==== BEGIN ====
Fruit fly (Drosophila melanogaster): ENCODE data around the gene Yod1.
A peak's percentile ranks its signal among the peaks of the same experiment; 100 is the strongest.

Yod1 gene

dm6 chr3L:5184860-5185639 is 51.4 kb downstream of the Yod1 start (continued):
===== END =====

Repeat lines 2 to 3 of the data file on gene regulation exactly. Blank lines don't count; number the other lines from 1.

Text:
A peak's percentile ranks its signal among the peaks of the same experiment; 100 is the strongest.

Yod1 gene